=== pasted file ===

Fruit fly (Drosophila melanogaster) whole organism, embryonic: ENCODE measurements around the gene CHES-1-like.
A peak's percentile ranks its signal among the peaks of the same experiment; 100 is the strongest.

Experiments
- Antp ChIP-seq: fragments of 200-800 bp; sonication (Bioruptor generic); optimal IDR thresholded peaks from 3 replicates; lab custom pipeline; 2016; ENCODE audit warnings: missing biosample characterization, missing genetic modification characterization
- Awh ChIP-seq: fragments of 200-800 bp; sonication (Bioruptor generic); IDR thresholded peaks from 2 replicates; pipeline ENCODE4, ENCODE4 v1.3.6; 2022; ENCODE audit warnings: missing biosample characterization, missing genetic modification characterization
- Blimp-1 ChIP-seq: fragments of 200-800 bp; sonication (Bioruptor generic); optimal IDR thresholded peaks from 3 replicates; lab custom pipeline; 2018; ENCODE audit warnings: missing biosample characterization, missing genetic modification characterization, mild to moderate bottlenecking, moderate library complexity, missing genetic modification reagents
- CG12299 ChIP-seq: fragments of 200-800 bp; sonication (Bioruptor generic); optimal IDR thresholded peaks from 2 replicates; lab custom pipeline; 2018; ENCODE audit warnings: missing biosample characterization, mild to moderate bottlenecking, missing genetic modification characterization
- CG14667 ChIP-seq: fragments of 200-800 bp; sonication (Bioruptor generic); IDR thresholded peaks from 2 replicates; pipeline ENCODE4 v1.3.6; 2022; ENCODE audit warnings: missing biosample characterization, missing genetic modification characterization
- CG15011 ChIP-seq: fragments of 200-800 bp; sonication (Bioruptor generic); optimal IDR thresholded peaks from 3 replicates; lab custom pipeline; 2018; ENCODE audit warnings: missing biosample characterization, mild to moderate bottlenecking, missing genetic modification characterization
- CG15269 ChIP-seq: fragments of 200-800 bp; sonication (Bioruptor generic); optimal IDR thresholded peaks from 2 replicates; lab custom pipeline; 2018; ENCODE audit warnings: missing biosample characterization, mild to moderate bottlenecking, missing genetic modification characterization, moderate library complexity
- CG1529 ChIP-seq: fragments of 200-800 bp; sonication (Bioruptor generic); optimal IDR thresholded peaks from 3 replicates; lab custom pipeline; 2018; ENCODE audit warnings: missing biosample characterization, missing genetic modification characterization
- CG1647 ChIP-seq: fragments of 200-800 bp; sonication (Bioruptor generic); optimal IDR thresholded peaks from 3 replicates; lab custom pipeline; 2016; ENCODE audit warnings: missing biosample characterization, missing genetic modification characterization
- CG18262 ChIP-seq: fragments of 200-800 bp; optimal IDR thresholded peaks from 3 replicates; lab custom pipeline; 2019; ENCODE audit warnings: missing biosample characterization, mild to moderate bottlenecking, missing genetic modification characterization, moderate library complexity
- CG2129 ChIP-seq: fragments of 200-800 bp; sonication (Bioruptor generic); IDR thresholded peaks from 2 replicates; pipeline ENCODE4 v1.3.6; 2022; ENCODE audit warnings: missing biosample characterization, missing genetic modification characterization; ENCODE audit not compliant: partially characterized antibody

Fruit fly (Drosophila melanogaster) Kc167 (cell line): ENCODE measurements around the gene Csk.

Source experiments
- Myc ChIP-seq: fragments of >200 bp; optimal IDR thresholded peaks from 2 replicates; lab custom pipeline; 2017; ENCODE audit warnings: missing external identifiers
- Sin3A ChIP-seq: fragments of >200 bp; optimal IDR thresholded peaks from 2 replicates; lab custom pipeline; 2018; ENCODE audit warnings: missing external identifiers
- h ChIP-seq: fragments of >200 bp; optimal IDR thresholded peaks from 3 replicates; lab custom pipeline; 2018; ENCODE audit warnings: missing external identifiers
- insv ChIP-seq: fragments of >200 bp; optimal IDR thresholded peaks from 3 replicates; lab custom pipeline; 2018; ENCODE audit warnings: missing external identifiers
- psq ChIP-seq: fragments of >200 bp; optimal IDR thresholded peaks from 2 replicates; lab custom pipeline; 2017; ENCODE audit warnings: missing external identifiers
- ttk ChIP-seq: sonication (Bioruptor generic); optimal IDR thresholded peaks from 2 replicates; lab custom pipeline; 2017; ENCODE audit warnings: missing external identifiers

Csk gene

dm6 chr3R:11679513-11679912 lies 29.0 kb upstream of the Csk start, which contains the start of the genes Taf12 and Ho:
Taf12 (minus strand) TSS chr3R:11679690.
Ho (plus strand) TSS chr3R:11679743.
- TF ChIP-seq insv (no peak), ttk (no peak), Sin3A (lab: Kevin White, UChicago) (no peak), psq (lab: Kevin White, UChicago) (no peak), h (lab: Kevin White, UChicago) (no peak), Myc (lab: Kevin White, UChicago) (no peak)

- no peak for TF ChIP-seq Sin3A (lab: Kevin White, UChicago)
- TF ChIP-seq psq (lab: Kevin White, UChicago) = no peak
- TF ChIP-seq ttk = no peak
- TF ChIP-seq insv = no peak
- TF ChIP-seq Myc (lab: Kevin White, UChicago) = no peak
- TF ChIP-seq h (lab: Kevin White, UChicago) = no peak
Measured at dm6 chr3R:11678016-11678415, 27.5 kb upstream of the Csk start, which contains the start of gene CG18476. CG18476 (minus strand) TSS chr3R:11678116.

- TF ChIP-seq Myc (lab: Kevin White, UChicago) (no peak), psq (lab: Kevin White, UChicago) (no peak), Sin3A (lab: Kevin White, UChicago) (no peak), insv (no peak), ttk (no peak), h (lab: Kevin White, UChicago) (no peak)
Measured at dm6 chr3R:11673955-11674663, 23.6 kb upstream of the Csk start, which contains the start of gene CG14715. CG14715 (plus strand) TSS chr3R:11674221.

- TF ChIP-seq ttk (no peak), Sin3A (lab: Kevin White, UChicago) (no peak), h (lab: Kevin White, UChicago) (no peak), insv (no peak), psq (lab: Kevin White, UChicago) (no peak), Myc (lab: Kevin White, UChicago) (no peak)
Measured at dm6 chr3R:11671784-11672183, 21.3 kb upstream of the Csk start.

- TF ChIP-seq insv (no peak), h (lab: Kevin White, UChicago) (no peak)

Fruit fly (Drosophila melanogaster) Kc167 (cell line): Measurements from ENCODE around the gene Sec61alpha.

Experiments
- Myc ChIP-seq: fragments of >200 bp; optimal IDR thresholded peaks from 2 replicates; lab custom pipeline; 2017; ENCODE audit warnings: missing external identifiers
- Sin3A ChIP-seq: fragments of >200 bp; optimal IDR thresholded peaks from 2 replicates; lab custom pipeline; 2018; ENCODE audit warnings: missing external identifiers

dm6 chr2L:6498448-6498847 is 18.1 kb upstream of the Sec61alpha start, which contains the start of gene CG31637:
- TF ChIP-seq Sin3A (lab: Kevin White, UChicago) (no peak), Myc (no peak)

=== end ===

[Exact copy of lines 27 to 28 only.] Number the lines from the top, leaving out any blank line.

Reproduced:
- TF ChIP-seq insv (no peak), ttk (no peak), Sin3A (lab: Kevin White, UChicago) (no peak), psq (lab: Kevin White, UChicago) (no peak), h (lab: Kevin White, UChicago) (no peak), Myc (lab: Kevin White, UChicago) (no peak)

- no peak for TF ChIP-seq Sin3A (lab: Kevin White, UChicago)